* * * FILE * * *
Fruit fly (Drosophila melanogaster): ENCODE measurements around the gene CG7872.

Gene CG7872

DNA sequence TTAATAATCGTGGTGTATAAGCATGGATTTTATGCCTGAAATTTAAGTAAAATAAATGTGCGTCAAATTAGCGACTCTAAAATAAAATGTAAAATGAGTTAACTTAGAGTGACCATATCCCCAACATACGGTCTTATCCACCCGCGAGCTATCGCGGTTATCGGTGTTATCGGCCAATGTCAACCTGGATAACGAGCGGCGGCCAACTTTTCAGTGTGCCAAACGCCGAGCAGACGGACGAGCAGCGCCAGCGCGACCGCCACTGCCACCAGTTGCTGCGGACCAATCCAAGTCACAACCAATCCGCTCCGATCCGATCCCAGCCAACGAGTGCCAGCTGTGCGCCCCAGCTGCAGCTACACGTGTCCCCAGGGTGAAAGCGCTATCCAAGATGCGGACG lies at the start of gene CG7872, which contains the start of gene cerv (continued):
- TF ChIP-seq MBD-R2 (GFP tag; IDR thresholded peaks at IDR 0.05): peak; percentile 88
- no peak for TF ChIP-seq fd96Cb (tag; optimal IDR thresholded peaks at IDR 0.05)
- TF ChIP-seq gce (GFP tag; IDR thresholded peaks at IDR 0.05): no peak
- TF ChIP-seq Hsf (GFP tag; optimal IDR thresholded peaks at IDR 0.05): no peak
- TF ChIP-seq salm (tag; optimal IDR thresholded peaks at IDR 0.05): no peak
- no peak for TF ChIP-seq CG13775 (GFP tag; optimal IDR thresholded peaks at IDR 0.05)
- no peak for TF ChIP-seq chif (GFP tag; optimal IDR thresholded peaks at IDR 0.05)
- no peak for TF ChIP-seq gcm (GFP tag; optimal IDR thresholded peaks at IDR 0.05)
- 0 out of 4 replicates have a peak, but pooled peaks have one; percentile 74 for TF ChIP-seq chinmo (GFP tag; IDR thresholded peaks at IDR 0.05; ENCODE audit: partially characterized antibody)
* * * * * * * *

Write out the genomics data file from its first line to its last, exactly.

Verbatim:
Fruit fly (Drosophila melanogaster): ENCODE measurements around the gene CG7872.

Gene CG7872

DNA sequence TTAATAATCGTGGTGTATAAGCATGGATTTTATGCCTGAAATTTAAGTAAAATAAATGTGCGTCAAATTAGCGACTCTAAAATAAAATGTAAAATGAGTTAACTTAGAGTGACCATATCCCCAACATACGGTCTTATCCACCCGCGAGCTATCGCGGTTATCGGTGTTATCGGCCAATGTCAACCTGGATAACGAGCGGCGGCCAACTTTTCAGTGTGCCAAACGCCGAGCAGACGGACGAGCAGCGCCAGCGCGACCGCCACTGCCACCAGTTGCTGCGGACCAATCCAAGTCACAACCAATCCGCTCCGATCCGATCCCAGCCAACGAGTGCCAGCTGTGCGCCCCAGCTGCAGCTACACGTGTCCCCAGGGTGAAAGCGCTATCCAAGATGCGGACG lies at the start of gene CG7872, which contains the start of gene cerv (continued):
- TF ChIP-seq MBD-R2 (GFP tag; IDR thresholded peaks at IDR 0.05): peak; percentile 88
- no peak for TF ChIP-seq fd96Cb (tag; optimal IDR thresholded peaks at IDR 0.05)
- TF ChIP-seq gce (GFP tag; IDR thresholded peaks at IDR 0.05): no peak
- TF ChIP-seq Hsf (GFP tag; optimal IDR thresholded peaks at IDR 0.05): no peak
- TF ChIP-seq salm (tag; optimal IDR thresholded peaks at IDR 0.05): no peak
- no peak for TF ChIP-seq CG13775 (GFP tag; optimal IDR thresholded peaks at IDR 0.05)
- no peak for TF ChIP-seq chif (GFP tag; optimal IDR thresholded peaks at IDR 0.05)
- no peak for TF ChIP-seq gcm (GFP tag; optimal IDR thresholded peaks at IDR 0.05)
- 0 out of 4 replicates have a peak, but pooled peaks have one; percentile 74 for TF ChIP-seq chinmo (GFP tag; IDR thresholded peaks at IDR 0.05; ENCODE audit: partially characterized antibody)